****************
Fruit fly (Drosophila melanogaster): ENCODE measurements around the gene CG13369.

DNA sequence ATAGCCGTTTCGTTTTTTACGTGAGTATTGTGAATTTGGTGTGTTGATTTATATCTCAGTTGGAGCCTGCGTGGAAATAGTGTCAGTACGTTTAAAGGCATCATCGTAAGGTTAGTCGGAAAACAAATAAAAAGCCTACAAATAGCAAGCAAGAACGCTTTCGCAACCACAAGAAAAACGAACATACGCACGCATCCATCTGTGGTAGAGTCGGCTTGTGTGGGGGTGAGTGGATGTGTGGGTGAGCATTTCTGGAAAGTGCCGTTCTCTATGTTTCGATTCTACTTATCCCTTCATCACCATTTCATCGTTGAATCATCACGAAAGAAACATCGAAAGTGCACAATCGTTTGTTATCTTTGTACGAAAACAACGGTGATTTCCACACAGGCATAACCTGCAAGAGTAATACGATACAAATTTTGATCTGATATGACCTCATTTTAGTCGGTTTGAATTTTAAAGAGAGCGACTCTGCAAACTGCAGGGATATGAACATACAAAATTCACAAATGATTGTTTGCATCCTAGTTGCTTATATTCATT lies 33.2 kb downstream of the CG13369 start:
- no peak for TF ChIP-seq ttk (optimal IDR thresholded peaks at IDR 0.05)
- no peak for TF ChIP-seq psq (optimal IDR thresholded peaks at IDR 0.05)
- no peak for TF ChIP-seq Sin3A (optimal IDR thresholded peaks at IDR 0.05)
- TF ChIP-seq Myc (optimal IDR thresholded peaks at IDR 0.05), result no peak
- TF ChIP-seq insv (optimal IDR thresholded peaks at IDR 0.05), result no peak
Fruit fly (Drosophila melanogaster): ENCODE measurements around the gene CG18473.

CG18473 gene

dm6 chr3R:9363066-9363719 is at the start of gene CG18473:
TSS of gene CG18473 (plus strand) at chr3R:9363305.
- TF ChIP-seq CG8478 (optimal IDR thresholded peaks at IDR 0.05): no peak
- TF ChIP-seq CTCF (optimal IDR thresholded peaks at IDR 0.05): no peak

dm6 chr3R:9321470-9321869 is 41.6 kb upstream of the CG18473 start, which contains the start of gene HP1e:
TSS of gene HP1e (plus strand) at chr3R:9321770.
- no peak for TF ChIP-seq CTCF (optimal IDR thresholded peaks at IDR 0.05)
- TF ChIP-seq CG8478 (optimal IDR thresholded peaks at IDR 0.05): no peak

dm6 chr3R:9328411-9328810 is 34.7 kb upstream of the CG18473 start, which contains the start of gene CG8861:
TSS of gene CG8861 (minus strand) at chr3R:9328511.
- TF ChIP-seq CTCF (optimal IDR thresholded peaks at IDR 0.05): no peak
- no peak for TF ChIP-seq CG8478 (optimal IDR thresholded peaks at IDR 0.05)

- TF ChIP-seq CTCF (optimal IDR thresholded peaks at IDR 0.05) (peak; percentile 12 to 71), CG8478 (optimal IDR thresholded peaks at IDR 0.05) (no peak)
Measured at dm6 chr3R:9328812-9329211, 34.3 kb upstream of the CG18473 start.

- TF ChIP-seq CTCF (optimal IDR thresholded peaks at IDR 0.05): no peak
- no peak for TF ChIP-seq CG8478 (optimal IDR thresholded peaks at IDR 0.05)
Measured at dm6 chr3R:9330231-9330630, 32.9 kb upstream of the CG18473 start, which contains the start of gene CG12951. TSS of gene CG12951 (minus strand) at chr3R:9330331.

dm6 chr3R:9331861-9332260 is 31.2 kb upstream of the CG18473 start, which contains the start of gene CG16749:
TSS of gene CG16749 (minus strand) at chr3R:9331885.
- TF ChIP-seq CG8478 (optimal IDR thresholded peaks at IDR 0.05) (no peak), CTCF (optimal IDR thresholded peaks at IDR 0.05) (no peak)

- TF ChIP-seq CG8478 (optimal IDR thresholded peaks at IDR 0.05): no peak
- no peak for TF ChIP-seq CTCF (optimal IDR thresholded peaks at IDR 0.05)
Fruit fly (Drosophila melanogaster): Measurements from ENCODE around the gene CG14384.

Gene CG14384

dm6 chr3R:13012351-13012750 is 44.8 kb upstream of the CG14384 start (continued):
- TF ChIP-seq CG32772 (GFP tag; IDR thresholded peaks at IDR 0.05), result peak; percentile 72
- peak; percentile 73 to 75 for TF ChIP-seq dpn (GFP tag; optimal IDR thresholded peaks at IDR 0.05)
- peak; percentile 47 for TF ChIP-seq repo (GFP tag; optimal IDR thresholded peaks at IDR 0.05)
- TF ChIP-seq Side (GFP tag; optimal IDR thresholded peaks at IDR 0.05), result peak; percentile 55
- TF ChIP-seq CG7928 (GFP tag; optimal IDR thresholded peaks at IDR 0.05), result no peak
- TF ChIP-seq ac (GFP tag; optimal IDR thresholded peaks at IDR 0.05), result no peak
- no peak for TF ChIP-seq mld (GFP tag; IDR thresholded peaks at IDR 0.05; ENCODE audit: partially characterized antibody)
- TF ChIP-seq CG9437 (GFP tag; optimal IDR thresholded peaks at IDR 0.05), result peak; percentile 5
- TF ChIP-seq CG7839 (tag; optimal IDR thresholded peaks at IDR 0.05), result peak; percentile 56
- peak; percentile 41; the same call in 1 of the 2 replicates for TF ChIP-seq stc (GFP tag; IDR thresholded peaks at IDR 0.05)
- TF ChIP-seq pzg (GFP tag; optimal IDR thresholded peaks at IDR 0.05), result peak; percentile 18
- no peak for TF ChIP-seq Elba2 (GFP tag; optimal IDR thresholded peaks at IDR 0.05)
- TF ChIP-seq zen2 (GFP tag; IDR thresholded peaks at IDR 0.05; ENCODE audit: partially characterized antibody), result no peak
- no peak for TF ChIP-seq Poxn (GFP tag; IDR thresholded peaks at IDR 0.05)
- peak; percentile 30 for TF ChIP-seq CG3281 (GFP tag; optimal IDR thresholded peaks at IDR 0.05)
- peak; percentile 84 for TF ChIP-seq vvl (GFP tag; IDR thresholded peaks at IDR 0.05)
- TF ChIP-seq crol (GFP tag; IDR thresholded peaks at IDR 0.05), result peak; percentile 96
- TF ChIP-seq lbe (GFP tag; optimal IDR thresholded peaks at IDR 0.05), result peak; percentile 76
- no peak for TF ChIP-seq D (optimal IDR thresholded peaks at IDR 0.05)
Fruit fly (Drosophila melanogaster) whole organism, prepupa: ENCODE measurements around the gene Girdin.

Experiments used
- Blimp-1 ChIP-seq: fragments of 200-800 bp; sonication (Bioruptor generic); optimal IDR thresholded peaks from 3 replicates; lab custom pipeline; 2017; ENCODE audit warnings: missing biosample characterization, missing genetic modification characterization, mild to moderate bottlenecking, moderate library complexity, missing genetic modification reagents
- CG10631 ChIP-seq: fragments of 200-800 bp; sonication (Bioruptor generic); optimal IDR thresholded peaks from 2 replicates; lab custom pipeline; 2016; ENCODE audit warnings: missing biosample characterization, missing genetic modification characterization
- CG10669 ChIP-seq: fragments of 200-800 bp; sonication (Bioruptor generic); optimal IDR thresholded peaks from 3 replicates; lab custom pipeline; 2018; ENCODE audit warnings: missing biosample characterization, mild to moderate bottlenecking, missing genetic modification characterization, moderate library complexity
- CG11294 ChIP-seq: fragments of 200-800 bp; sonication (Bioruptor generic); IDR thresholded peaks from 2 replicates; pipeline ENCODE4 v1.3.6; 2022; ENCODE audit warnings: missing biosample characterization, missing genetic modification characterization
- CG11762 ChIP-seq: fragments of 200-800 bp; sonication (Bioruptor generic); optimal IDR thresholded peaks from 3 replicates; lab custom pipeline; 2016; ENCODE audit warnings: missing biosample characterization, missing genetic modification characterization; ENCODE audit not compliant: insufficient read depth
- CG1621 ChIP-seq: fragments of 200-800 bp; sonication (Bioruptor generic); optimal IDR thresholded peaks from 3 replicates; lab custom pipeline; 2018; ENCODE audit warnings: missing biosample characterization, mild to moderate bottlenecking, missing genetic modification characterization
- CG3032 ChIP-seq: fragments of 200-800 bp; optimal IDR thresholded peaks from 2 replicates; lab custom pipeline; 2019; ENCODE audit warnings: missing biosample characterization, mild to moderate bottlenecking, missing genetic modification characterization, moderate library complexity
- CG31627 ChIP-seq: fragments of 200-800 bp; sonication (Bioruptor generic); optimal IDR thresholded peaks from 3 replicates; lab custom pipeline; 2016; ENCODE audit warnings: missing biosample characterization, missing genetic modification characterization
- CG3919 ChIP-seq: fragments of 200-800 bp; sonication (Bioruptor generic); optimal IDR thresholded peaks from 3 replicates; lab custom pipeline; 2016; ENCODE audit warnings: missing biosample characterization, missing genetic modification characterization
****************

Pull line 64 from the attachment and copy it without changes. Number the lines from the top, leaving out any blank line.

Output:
- CG3919 ChIP-seq: fragments of 200-800 bp; sonication (Bioruptor generic); optimal IDR thresholded peaks from 3 replicates; lab custom pipeline; 2016; ENCODE audit warnings: missing biosample characterization, missing genetic modification characterization